Around the world the definition of microgeneration can vary. Microgeneration is classified by ESB Networks as grid connected electricity generation up to a maximum rating of 11kW when connected to the three phase portion of the distribution grid (400V). The vast majority of domestic and agricultural customers are connected to the single phase portion of the distribution grid (230V) and for these customers to be classified as microgenerators the maximum technical rating permitted is 5.75kW. These ratings are in line with Irish conditions prescribed in European standard EN 50438. However ESB Networks accept applications for generators up to 6kW.

In Ireland customers with microgenerators up to the capacities outlined above can avail of a stream-lined, one page connection process (using form NC6). Customers who exceed the classification must engage in a more demanding application and connection process.

A microgenerator might use any one of the following technologies to generate electricity:

  • Wind turbine
  • Photovoltaic panels (also known as solar electric panels)
  • Micro-hydro (scaled down version of hydro-electricity station)
  • Micro-CHP (fuelled by biofuels or fossil fuels)

Two or more of the technologies may be combined to create a hybrid system. Domestic and small commercial wind microgeneration involves using a small-scale wind turbine system to harness energy from the wind. In general it is at its most competitive and cost effective in remote, exposed areas or for charging batteries on boats, caravans and holiday cabins i.e. where grid connection might be too expensive or impractical. Where wind energy is not practical PV panels might be considered. There are micro-CHP units on trial at present but not commercially available at this point. Combined Heat and Power (CHP) units are basically engines which generate electricity but the heat by-product is used to heat water. Therefore more of the energy is usefully employed and less is wasted to the atmosphere or surroundings.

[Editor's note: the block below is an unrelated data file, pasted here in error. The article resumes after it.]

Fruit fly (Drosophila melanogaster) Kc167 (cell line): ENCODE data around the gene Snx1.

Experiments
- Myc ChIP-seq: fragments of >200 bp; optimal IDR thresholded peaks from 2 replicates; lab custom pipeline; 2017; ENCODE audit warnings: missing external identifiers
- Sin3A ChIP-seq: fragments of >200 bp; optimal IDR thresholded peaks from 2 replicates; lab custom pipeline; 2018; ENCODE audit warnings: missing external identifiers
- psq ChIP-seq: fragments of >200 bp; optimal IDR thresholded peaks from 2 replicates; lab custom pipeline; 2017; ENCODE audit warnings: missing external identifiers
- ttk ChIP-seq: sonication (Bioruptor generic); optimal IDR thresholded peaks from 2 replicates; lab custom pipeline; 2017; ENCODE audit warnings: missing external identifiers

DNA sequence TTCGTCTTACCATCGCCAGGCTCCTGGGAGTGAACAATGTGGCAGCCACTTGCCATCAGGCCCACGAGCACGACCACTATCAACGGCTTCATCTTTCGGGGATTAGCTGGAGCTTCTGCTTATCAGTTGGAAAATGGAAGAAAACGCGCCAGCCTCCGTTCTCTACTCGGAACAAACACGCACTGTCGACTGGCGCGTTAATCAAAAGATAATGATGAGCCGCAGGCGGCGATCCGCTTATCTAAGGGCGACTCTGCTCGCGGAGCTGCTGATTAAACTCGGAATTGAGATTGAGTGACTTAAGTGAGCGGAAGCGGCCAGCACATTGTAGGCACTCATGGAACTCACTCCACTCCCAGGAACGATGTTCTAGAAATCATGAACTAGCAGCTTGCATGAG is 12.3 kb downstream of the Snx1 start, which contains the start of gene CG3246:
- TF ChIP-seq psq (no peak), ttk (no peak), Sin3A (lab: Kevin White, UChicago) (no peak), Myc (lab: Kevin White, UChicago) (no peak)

With the use of an electrical control panel and an inverter the electricity generated by a microgenerator can be used to supply electricity to the home, the amount of which depends on the size of the generation installed, the demand at any given time and of course the quantity of renewable energy source available.

An EN 50438 compliant inverter is necessary for a number of reasons. One of its functions is to convert direct current (DC) to alternating current (AC) which is the type of power utensils and appliances demand i.e. 'mains' electricity. Direct current is outputted by the controller and it needs to be inverted into AC. The inverter is also necessary to synchronise the output of the turbine with the electricity being drawn from the grid to ensure the occupant sees no interruption in their supply. It is also required to ensure electricity is not sent out to the grid in the event of a power cut - while technicians work on the power lines. An EN 50438 compliant inverter is a compulsory requirement with ESB Networks.

For a Status Report on Microgeneration in Ireland at the end of 2010 please click here.

For a Step by Step guide to Wind Microgeneration produced by the IWEA please click here

For further information on microgeneration, with an emphasis on wind power, please refer to the FAQs in this section of the website.

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